To guarantee applicable use of apps and associated devices, implementation must be guided by evidence from evaluation at all design and scale-up stages. The power of this technology will 1 day live up to its promise to help deliver a more advanced, more personalized, and ultimately a better healthcare system.
PC conceived the idea, performed the research, wrote, and approved the manuscript.
JM is acknowledged for his assistance in the preparation of this manuscript.
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Keywords: mobile application, information communication technology, emerging technology, clinical decision support systems, medical informatics, patient adherence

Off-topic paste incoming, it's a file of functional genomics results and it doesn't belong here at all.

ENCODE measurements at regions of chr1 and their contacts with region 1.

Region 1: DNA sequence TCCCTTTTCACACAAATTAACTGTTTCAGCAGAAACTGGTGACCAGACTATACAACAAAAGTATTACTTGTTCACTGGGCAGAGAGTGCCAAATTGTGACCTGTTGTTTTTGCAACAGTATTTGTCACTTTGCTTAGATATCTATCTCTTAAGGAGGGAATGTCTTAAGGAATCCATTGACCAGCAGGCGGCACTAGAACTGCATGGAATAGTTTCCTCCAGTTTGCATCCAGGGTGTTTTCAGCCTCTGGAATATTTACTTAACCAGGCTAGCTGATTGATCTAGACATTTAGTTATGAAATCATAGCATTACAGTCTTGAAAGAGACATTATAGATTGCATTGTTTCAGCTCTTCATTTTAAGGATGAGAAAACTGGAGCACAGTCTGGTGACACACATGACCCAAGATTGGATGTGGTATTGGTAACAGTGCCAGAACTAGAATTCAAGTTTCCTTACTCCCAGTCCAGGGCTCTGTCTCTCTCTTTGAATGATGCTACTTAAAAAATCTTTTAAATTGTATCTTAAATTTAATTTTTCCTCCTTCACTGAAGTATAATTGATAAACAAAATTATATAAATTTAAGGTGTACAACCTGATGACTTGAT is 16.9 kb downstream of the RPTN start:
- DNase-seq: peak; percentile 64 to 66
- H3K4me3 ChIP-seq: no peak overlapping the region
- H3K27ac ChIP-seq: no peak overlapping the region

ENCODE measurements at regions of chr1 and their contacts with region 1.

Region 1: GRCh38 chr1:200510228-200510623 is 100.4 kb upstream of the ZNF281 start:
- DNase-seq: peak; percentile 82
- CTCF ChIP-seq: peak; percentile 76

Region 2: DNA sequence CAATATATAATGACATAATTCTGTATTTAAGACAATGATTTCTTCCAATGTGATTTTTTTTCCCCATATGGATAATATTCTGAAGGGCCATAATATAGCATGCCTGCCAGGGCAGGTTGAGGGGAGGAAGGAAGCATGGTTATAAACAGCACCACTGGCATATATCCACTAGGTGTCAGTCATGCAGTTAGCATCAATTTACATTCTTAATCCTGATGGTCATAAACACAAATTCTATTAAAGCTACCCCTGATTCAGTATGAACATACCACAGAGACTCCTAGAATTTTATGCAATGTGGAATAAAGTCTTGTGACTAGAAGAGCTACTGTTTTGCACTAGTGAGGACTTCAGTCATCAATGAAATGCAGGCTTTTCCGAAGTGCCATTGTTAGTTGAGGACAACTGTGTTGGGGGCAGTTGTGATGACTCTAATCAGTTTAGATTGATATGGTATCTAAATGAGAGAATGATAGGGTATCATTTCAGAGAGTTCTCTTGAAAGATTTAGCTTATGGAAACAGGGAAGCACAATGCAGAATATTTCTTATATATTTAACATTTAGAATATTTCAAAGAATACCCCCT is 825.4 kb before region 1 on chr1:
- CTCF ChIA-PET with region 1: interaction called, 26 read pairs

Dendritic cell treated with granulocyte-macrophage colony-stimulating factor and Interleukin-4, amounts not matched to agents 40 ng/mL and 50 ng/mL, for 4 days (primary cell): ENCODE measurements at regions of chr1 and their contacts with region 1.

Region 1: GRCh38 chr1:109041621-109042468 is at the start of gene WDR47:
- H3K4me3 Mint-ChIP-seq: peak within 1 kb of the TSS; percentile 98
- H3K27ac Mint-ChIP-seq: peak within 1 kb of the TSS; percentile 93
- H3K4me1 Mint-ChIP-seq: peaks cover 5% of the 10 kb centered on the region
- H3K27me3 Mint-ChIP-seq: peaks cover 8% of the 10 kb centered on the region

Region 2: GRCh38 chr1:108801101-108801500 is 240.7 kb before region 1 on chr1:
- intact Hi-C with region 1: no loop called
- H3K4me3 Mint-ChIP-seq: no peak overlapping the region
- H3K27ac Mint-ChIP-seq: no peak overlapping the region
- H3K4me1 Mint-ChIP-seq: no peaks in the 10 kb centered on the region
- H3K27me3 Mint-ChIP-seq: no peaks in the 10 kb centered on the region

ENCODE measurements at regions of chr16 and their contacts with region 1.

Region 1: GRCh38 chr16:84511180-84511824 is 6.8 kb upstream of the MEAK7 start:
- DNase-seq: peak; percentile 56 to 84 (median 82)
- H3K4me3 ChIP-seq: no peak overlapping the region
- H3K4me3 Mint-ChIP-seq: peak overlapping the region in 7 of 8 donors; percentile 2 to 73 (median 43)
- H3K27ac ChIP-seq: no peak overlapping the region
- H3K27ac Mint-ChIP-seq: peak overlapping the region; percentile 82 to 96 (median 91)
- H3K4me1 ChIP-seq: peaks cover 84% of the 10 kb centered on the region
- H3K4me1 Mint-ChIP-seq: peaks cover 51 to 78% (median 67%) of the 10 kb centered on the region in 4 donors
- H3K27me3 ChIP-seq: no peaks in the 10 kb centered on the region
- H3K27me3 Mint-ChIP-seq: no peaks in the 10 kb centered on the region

Citation: Codyre P (2014) Will an app fill the gap? Innovative technology to provide point-of-care information. Front. Public Health 2:9. doi: 10.3389/fpubh.2014.00009
Received: 18 September 2013; Accepted: 18 January 2014;
Published online: 05 February 2014.
Edited by:Michal Grivna, United Arab Emirates University, United Arab Emirates
Reviewed by:Milka-Dancevic Gojkovic, Public Health Institute of Federation of Bosnia and Herzegovina, Bosnia and Herzegovina
Copyright: © 2014 Codyre. This is an open-access article distributed under the terms of the Creative Commons Attribution License (CC BY). The use, distribution or reproduction in other forums is permitted, provided the original author(s) or licensor are credited and that the original publication in this journal is cited, in accordance with accepted academic practice. No use, distribution or reproduction is permitted which does not comply with these terms.